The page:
‘Thousands upon thousands of people are living in dangerous homes’ says FBU leader Wrack!

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ON JUNE 14th 2017, almost three years ago, fire broke out in the 24-storey Grenfell Tower block in North Kensington. It caused the deaths of 72 men, women and children.

The survivors of this disaster have in vain demanded justice, and have experienced official government opposition to their demands that those responsible for this deadly fire should face prosecution, and that evidence given to the official government inquiry into the fire should be used as evidence in court for prosecutions of the guilty.

In fact, the Inquiry, after ruling that evidence cannot be used in this way, has disappeared without trace and without any date for its resumption.

Now it has emerged that Nick Hurd, whose father Douglas Hurd served as foreign secretary under Margaret Thatcher, has been appointed as an ‘independent adviser to PM Boris Johnson on the Grenfell Tower fire.

Johnson is a former Mayor of London, who was responsible for the London Fire Brigade and has a record of imposing cuts on the fire service, including closing fire stations.

Nick Hurd was previously junior minister responsible for the fire service, and was Minister for London until he resigned his seat at the December general election.

His new appointment comes after PM Johnson decided to stand down the Grenfell Taskforce which was set up to ensure that the local Kensington and Chelsea council properly supported survivors and former residents of the Tower.

The stand-down took place with the Council still failing to rehouse 5% of the former residents of the Tower, and they are still not rehoused nearly three years after the killer blaze.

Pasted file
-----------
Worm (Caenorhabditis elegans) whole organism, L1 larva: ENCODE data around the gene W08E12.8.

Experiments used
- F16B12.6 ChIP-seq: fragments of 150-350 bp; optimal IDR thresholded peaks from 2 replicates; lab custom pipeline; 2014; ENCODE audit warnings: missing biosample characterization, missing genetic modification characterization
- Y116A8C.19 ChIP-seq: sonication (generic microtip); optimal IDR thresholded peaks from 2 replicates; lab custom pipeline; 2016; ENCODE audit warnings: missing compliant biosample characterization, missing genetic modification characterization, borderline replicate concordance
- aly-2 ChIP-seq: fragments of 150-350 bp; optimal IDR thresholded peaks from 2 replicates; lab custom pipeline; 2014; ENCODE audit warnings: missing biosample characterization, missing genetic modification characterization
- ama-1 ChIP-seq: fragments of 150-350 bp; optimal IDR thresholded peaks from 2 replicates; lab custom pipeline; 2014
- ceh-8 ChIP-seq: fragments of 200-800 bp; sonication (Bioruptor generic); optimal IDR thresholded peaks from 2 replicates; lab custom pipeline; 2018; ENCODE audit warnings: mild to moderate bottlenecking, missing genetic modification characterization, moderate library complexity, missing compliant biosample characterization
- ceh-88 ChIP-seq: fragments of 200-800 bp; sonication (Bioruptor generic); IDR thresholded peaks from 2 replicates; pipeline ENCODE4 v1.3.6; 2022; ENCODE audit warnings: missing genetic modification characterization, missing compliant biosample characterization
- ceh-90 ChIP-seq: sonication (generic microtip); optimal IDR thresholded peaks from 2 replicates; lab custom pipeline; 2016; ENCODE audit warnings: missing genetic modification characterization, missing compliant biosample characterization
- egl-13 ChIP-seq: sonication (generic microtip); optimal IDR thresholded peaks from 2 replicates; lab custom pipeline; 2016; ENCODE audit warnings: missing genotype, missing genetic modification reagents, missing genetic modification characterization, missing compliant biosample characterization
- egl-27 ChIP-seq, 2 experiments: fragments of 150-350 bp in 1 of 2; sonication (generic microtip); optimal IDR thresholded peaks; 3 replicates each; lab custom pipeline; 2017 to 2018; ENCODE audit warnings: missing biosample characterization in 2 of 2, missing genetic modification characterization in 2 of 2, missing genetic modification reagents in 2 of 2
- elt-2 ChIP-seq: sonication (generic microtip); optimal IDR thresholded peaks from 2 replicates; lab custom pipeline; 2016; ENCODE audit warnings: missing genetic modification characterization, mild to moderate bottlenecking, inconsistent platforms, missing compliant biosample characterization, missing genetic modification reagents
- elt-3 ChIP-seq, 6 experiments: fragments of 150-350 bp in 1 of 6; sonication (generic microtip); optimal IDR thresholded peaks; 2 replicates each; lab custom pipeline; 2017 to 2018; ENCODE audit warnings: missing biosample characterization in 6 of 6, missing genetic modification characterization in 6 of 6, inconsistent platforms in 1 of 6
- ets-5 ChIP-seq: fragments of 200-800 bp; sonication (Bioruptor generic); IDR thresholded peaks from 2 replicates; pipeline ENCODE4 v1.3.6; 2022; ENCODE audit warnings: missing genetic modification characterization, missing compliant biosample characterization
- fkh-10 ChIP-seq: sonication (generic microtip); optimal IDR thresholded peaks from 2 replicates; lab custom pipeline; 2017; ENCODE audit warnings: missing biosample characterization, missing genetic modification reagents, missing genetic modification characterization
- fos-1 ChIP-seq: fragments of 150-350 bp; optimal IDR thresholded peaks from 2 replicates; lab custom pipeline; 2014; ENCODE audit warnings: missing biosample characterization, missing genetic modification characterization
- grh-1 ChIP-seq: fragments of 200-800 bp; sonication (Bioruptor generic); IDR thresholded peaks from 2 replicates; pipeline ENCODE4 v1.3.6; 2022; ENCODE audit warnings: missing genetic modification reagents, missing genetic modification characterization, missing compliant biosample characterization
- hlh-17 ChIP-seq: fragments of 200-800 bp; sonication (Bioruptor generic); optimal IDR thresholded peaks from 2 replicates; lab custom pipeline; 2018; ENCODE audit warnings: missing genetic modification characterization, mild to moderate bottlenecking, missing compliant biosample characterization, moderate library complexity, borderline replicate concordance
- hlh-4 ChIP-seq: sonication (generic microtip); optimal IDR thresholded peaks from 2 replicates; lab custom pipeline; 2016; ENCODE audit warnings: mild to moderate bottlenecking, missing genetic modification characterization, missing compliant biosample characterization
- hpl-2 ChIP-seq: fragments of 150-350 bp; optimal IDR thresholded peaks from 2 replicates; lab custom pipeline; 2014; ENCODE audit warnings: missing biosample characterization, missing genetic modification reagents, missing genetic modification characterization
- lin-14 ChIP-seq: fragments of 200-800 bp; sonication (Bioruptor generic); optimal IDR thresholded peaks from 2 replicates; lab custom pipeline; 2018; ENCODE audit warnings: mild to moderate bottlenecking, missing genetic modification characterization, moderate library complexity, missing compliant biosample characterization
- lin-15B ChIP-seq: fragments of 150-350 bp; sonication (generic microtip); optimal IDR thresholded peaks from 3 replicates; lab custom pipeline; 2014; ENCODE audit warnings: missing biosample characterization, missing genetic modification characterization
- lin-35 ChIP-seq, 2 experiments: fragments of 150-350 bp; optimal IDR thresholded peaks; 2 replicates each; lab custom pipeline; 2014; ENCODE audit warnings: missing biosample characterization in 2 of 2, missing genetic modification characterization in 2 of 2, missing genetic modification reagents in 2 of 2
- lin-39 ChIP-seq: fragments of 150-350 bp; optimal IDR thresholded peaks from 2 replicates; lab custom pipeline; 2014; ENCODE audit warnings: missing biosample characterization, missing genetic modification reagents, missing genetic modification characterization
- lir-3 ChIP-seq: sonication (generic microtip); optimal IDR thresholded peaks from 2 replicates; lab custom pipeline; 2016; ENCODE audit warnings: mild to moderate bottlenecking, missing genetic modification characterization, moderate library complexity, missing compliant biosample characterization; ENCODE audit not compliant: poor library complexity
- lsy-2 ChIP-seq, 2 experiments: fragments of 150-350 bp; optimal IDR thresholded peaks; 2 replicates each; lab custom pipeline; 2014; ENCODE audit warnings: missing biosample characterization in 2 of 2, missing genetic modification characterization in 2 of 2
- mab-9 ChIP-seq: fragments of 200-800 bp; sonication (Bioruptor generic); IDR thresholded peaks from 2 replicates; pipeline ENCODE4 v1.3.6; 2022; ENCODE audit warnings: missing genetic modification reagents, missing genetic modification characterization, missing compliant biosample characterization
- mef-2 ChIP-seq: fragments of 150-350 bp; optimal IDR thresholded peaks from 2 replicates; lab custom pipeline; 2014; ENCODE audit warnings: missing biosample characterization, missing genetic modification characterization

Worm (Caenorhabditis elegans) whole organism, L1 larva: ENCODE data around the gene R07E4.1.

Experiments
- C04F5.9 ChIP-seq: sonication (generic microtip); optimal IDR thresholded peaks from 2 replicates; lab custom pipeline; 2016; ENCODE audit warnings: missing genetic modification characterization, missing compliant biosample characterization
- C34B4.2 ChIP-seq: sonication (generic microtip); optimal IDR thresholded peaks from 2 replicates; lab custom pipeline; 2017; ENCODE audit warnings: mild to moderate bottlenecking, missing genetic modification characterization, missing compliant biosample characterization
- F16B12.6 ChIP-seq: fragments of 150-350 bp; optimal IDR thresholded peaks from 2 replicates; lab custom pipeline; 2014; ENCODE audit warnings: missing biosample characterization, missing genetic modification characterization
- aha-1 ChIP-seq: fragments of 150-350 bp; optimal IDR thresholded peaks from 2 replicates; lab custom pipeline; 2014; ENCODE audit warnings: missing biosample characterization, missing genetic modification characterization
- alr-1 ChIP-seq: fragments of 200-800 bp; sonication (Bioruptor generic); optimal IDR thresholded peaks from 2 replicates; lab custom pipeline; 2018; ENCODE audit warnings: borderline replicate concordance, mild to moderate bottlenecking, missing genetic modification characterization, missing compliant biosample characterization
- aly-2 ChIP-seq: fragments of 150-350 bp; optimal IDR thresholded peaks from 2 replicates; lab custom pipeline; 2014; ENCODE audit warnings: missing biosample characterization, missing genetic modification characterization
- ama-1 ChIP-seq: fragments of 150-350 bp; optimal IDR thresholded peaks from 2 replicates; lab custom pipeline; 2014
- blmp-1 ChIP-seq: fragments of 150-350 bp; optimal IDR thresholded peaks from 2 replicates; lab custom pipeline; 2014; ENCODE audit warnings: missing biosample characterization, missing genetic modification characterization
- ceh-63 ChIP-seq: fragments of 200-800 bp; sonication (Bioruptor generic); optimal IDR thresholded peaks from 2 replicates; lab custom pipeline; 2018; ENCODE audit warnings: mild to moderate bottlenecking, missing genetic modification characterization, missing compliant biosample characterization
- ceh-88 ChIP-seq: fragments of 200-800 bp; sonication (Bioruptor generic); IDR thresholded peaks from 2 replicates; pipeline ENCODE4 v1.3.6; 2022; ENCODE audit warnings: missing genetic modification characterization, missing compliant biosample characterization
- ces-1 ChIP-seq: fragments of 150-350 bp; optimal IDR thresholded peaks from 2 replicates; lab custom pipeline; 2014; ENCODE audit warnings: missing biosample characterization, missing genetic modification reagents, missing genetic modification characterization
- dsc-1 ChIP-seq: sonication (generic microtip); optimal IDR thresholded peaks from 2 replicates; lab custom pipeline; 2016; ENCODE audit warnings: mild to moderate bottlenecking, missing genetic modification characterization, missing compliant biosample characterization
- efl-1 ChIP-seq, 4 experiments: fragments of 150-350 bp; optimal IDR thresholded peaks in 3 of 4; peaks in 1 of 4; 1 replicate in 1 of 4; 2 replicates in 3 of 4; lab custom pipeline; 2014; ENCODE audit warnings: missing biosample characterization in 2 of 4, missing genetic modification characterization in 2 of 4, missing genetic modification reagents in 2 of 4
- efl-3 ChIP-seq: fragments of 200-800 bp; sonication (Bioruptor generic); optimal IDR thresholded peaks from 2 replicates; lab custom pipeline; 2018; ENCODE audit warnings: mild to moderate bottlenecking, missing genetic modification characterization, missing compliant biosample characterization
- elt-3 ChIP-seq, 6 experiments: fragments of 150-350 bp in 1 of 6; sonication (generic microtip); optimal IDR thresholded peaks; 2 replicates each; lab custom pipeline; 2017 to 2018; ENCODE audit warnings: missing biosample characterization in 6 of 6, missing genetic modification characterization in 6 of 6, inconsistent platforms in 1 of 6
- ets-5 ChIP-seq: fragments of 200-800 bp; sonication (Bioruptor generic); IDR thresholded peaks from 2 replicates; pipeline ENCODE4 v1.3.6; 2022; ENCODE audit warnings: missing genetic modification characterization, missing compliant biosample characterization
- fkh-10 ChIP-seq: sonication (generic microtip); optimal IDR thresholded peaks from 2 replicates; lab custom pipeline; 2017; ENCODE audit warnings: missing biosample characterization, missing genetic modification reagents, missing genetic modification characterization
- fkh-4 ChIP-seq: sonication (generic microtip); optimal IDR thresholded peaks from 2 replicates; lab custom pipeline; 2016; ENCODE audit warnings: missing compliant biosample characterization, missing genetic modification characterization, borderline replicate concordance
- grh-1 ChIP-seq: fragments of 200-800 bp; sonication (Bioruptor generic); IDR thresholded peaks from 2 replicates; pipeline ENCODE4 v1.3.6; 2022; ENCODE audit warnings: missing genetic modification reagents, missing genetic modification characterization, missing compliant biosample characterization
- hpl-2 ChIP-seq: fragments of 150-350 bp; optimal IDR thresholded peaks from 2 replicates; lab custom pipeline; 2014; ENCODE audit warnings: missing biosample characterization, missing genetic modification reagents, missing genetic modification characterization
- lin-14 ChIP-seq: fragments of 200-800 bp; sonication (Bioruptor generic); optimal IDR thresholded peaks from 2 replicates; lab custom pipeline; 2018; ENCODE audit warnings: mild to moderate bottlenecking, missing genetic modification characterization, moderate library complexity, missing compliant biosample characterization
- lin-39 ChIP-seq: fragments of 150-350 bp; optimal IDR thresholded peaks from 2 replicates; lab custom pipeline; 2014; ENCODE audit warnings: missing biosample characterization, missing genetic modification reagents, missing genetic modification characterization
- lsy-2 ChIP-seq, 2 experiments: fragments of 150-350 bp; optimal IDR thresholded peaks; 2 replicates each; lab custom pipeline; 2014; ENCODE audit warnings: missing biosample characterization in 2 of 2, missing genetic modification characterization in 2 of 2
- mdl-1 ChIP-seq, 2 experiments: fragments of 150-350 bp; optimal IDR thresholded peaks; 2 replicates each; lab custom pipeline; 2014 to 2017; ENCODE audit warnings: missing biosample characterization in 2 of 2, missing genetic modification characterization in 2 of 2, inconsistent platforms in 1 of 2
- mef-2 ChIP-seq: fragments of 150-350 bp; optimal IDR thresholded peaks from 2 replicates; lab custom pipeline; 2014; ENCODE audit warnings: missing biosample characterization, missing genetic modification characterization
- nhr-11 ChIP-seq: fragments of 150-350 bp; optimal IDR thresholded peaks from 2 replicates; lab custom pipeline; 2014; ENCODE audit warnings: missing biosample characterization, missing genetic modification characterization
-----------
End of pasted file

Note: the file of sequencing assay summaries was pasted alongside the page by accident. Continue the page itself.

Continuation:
This situation is scandalous enough, but is actually capped by the fact that it has just emerged that a High Pressure Laminate (HPL) used in thousands of high-rise buildings in the UK has failed its safety test.

The test, paid for by the Metal Cladding and Roofing Manufacturers Association (MCRMA), was halted just after seven minutes and 45 seconds with temperatures from the huge fire exceeding 700 degrees centigrade.

This test came just months after a devastating fire at the Cube student accommodation block in Bolton which was destroyed when flames ripped through its HPL cladding in November last year.

Doctor Jonathan Evans, a member of the MCRMA, describes the result of the test as ‘shocking’ and asked why the government has not taken more decisive action to get this type of cladding removed.

In a letter to the government, Evans, technical committee chair at the MCRMA, said that he had called for the government to test standard-grade HPL in its official programme of testing post-Grenfell in 2017, but the government had ‘flatly refused’.

He added: ‘From a fire and rescue perspective, the performance of a standard HPL system is practically the same as that of polyethylene-cored ACM – you’ve got just a few minutes to prevent a very serious fire from rapidly developing.

‘Arguably, due to the higher fuel content, an HPL fire might be more difficult to fight than ACM due to the greater heat release rate.’

FBU leader Matt Wrack commented: ‘This cladding failing so dramatically … should send shivers down the backs of government … thousands and thousands of people are living in dangerous homes.’

He added: ‘Buildings could and should have been made safer with a comprehensive regime immediately after Grenfell, but the government failed to act.

‘Flammable cladding is a ticking time bomb.’

It is obvious that the Johnson government is not interested in bringing the guilty to justice over Grenfell, and has also refused to rid the country of the high-risk cladding in thousands of buildings that threaten to incinerate thousands.

The FBU must lead a national campaign for fire safety, to bring down the Johnson government and bring in a workers government that will prosecute those responsible for the Grenfell fire and nationalise the building industry, bringing in an inspection regime that will put an end to any prospect of more Grenfell Tower infernos.